Hashtag Body Image

In an effort to engage more customers Victoria’s Secret began a “Perfect Body” campaign. The slogan was, Perfect Fit. Perfect Comfort. Perfectly Soft. The problem arose with the image they chose to use featuring what they believed to be a mixture of female body types. What upset people was that the models Victoria’s Secret chose to use were not exactly a correct representation of body size. Individuals dissatisfied with the campaign began tagging themselves as having a “perfect” body. Their message? Every body is perfect; Suggesting Victoria’s Secret should display and sell a larger variety of sizes. The media backlash caused the campaign to stop prematurely. It’s yet to be determined if they learned a lesson. Whether of not their sales suffered is unclear. Though their campaign did not include those either very small or very large, the primary negative publicity was about the latter, who are also those whose sizes are not hanging on the racks in stores.

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Similar to the negative feedback received by the Victoria’s Secret campaign was a UK supplement company, Protein World, who for weeks had a subway campaign promoting their energy drinks with large signs featuring a fit blonde woman in a bikini standing next to the lettering, “Are You Beach Body Ready?” (featured image)
The result was the same, people took to social media posting themselves in their bikinis with hashtag beachbody.

It’s certainly not out of character for companies to prey on individuals insecurities or capitalizing on diet culture by shaming those who don’t have the Protein World described “beach body” into buying product to have a different body, but these two campaigns are good examples of how society can push back.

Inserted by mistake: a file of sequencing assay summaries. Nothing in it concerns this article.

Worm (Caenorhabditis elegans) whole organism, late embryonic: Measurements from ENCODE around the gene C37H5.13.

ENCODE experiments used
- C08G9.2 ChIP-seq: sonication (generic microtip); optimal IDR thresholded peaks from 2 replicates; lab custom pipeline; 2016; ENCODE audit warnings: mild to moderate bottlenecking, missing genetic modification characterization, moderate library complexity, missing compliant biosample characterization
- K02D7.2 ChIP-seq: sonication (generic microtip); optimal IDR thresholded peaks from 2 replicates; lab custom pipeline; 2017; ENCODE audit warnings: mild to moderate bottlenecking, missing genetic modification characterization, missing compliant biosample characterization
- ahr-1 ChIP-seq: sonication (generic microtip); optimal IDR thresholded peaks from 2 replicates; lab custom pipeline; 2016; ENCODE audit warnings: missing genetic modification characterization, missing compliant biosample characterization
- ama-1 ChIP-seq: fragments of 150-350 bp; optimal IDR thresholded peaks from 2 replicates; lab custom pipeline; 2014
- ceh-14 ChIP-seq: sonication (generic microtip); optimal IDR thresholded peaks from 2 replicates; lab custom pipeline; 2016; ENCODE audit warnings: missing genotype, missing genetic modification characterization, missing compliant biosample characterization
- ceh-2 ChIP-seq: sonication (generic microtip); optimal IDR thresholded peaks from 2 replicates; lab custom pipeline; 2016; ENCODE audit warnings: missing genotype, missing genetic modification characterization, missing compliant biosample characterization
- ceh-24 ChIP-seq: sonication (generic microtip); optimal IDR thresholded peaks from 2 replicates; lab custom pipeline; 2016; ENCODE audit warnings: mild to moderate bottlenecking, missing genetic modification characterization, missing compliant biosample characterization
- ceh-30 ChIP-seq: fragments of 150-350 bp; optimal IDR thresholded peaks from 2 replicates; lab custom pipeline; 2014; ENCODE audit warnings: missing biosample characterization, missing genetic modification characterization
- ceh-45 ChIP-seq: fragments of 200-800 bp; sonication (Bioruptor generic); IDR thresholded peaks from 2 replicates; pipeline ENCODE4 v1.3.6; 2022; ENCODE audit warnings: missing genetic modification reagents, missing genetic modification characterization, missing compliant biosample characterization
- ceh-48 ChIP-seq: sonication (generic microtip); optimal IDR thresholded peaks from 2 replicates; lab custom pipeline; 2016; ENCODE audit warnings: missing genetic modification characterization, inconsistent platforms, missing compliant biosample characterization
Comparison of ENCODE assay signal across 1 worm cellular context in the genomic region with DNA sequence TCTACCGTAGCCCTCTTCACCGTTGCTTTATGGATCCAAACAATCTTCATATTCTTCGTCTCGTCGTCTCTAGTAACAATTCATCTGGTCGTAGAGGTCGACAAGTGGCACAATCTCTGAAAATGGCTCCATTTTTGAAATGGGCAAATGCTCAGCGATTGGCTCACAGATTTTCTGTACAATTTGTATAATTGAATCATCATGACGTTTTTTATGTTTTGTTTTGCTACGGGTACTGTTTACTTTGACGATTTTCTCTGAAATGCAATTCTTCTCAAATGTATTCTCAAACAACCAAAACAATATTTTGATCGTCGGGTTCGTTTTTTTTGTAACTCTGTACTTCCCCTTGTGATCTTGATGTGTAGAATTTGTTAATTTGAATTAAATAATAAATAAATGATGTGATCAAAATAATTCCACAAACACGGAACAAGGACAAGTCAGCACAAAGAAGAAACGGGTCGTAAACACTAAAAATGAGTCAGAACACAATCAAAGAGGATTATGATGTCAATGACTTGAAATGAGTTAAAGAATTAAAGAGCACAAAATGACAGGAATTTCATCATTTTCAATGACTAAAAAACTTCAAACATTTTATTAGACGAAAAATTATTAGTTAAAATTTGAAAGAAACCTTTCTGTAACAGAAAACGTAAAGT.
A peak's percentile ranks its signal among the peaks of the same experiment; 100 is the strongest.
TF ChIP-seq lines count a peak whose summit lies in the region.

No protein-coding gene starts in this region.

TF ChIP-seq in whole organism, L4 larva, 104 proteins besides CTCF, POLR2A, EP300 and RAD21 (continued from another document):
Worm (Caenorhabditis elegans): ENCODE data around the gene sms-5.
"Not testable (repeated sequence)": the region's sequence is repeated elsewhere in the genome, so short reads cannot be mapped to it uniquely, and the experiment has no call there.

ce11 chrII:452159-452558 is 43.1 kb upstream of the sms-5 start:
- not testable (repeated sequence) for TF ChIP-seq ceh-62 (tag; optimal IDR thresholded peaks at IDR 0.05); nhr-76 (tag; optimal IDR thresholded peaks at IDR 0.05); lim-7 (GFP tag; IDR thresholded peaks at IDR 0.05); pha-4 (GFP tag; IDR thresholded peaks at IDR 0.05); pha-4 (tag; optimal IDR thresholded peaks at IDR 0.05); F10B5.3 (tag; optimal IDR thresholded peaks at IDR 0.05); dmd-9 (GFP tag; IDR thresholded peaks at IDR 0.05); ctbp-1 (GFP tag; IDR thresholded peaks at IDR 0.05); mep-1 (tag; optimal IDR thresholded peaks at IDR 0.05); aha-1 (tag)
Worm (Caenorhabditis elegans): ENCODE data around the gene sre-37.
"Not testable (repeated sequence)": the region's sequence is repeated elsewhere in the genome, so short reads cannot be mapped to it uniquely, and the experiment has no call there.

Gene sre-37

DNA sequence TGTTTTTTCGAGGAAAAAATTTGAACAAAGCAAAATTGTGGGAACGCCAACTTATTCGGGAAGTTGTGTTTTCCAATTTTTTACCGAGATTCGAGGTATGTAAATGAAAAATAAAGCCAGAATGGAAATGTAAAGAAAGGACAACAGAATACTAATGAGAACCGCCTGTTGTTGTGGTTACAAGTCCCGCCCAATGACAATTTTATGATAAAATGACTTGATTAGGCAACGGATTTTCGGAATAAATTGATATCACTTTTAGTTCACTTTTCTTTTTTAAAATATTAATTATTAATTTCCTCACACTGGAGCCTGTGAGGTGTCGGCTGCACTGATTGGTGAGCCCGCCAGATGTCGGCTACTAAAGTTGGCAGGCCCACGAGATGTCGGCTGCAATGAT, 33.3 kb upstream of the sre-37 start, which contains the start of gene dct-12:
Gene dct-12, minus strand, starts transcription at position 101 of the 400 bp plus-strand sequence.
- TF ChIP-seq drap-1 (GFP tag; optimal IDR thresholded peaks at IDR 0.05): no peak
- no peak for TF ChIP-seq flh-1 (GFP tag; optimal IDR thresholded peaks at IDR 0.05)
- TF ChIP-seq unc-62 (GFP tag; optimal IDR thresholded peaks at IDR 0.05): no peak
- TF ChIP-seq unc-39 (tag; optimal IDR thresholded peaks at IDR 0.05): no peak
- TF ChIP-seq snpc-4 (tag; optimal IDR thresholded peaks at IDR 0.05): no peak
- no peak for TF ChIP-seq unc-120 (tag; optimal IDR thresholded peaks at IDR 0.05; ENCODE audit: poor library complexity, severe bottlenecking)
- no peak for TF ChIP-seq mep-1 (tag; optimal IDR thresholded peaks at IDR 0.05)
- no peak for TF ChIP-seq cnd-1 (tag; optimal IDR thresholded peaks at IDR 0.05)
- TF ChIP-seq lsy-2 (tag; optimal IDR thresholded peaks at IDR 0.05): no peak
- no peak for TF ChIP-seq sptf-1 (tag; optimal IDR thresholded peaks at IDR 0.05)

The community reaction to these campaign means people are beginning to get tired of a culture that tells them what they should be. They are using social media to reply to the companies and say, We’re not buying it.We are happy with who we are. These hashtag activists are doing a service for the next generation who may grow up in a more body image inclusive commercial culture.

Smart Media

August marked a significant moment for me.

I purchased a smartphone.

That is not to say the phone I had before this one was not smart (featured image). I could take pictures and videos and send them to friends and family or to my email to be archived. I could listen to music I had uploaded to my phone and have a pop song as a ringtone, not just a series of beeps similar to a song. It was a smart phone.

However, over the last month I have become increasingly aware it was not a smartphone. What I use now is truly a marvel of science and engineering. On the same device I can read a story the The Economist magazine, share that story on social media, write a critique of it on another platform and discus it’s merit on yet another. I can interact with individual throughout the world struggling with eating disorders, assist them to seek professional help, and share pictures of myself attending professional eating disorder research events. All of these item can be cataloged an indexed with an easy symbol.